Bridging the Gap/National Wellness Policy Study District Wellness Policy-Related Dataset, School Years 2006-2007 through 2013-2014 (ICPSR 36528)

Published: Feb 28, 2017

Principal Investigator(s):
Frank Chaloupka, University of Illinois at Chicago; Jamie Chriqui, University of Illinois at Chicago

https://doi.org/10.3886/ICPSR36528.v1

Version V1

Beginning with the school year 2006-07, the Child Nutrition and WIC Reauthorization Act of 2004 required school districts participating in the National School Lunch Program or other child nutrition programs to adopt and implement a wellness policy. The Healthy, Hunger-Free Kids Act of 2010 continued and strengthened this requirement. This study was intended to provide detailed insight into the contents of the congressionally-mandated district wellness policies for school years 2006-07 (first year of the mandate) through 2013-14 (last year of funding-supported data collection). The data file contains coded information about the required wellness policy components, along with other components that are known to contribute to student health and wellness: nutrition education; standards for USDA child nutrition programs and school meals; nutrition standards for competitive and other foods and beverages; physical education; physical activity; staff wellness and modelling; stakeholder involvement; messaging, marketing and promotion; evaluation; and reporting. There is a separate record in the data file for each district, grade level (elementary, middle and high school) and school year combination.

Chaloupka, Frank, and Chriqui, Jamie. Bridging the Gap/National Wellness Policy Study District Wellness Policy-Related Dataset, School Years 2006-2007 through 2013-2014. Ann Arbor, MI: Inter-university Consortium for Political and Social Research [distributor], 2017-02-28. https://doi.org/10.3886/ICPSR36528.v1

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Robert Wood Johnson Foundation (52913)

Robert Wood Johnson Foundation (64702)

Robert Wood Johnson Foundation (70157)

Robert Wood Johnson Foundation (71254)

Census region

2006 -- 2014

2007-01 -- 2014-10

Additional information about this study is available on the Bridging the Gap website.

Project staff obtained hard copies of written policies which were obtained by internet research and direct communication with districts. Project staff coded the policies separately for their applicability at the elementary, middle, and high school levels.

All school districts included in the Bridging the Gap Food and Fitness Survey (including districts with non-responding schools) and supplementary districts that include secondary schools so that the data are representative to districts nationwide at each grade level of interest.

Additional information about the sampling design is available in the following publications:

Chriqui JF, Schneider L, Chaloupka FJ, Ide K and Pugach O. Local Wellness Policies: Assessing School District Strategies for Improving Children's Health. School Years 2006-07 and 2007-08. Chicago, IL: Bridging the Gap Program, Health Policy Center, Institute for Health Research and Policy, University of Illinois at Chicago, 2009, www.bridgingthegapresearch.org.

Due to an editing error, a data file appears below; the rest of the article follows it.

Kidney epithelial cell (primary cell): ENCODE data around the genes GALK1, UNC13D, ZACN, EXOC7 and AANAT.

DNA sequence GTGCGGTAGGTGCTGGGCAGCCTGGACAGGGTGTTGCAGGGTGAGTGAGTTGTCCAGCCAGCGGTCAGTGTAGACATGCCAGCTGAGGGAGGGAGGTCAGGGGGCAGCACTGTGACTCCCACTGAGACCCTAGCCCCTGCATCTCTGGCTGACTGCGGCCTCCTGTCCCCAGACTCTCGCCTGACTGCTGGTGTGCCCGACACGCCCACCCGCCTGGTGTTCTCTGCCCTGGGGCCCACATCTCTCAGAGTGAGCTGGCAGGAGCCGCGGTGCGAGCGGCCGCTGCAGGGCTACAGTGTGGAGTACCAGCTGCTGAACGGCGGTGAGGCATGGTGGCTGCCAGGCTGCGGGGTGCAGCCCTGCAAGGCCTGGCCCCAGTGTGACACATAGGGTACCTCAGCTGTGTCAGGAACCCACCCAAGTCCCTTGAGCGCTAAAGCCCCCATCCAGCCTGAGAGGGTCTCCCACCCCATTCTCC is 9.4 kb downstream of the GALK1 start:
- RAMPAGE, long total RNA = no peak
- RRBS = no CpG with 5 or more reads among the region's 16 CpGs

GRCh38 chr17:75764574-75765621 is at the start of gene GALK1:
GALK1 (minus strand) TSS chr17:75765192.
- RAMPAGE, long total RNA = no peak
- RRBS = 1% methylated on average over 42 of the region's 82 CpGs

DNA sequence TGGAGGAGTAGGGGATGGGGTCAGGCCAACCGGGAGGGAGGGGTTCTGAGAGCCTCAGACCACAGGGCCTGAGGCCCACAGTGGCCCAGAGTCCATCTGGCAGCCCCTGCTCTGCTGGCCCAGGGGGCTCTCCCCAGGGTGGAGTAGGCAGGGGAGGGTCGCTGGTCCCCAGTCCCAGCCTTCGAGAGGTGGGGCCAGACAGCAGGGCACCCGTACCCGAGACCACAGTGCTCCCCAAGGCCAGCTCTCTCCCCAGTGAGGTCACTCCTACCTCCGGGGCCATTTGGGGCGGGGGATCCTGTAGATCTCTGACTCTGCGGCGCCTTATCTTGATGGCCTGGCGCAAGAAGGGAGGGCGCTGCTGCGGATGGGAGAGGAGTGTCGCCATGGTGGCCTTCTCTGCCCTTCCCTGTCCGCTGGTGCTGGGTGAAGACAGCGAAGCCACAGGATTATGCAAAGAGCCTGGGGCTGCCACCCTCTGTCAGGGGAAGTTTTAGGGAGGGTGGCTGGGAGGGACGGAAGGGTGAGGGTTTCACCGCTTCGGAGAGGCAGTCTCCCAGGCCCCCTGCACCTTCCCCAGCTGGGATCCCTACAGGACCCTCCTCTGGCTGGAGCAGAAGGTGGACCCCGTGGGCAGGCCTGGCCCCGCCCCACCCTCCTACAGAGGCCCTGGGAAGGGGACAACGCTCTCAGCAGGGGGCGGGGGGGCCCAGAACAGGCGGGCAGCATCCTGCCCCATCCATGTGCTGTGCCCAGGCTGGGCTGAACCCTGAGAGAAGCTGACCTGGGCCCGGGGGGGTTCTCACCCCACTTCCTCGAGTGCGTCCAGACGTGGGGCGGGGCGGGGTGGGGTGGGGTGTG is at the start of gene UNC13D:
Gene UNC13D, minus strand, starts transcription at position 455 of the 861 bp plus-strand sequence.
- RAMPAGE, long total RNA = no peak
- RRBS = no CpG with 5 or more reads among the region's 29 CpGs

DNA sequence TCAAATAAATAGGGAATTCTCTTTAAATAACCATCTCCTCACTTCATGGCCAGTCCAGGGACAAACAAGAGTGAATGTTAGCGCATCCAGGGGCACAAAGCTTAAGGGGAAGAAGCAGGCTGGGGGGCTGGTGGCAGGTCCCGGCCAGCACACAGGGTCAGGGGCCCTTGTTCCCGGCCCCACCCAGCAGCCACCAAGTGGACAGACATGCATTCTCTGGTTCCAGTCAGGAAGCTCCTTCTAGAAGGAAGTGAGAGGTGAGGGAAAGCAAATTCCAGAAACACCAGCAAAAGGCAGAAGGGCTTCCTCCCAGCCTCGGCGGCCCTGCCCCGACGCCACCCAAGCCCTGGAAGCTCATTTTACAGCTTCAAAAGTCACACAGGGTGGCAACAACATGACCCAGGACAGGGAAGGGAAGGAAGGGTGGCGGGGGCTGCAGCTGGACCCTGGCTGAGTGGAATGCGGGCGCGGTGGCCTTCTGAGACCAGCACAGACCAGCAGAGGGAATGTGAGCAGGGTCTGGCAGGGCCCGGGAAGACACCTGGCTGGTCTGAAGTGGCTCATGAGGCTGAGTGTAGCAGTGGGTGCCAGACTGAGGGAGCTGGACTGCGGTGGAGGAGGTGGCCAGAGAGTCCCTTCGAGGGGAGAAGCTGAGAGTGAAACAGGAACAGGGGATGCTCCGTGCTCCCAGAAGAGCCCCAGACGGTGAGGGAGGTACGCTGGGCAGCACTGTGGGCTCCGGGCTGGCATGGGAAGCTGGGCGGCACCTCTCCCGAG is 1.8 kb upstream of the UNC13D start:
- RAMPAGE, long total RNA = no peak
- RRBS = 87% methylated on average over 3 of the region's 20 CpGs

Chriqui JF, Schneider L, Chaloupka FJ, Gourdet C, Bruursema A, Ide K and Pugach O. School District Wellness Policies: Evaluating Progress and Potential for Improving Children's Health Three Years after the Federal Mandate. School Years 2006-07, 2007-08 and 2008-09. Vol. 2. Chicago, IL: Bridging the Gap Program, Health Policy Center, Institute for Health Research and Policy, University of Illinois at Chicago, 2010, www.bridgingthegapresearch.org.

Chriqui JF, Resnick EA, Schneider L, Schermbeck R, Adcock T, Carrion V, Chaloupka FJ. School District Wellness Policies: Evaluating Progress and Potential for Improving Children's Health Five Years after the Federal Mandate. School Years 2006-07 through 2010-11. Volume 3. Chicago, IL: Bridging the Gap Program, Health Policy Center, Institute for Health Research and Policy, University of Illinois at Chicago, 2013, www.bridgingthegapresearch.org.

Piekarz E, Schermbeck R, Young SK, Leider J, Ziemann M, Chriqui JF. School District Wellness Policies: Evaluating Progress and Potential for Improving Children's Health Eight Years after the Federal Mandate. School Years 2006-07 through 2013-14. Volume 4. Chicago, IL: Bridging the Gap Program and the National Wellness Policy Study, Institute for Health Research and Policy, University of Illinois at Chicago, 2016, www.go.uic.edu/NWPSproducts.

All public school districts in the U.S.

school district

aggregate data

A 94 percent response rate was achieved for school years 2006-07, 2007-08, 2010-11, and 2013-14; a 95 percent response rate was achieved for school years 2011-12 and 2012-13; and a 97 percent response rate was achieved for school years 2008-09 and 2009-10.

2017-02-28

2017-02-28

2017-02-28 ICPSR data undergo a confidentiality review and are altered when necessary to limit the risk of disclosure. ICPSR also routinely creates ready-to-go data files along with setups in the major statistical software formats as well as standard codebooks to accompany the data. In addition to these procedures, ICPSR performed the following processing steps for this data collection:

  • Checked for undocumented or out-of-range codes.

District non-response adjusted weights for inference to districts nationwide are stored in the variable distnrwgt_d.

Notes

  • The public-use data files in this collection are available for access by the general public. Access does not require affiliation with an ICPSR member institution.

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This study is maintained and distributed by the Health and Medical Care Archive (HMCA). HMCA is the official data archive of the Robert Wood Johnson Foundation.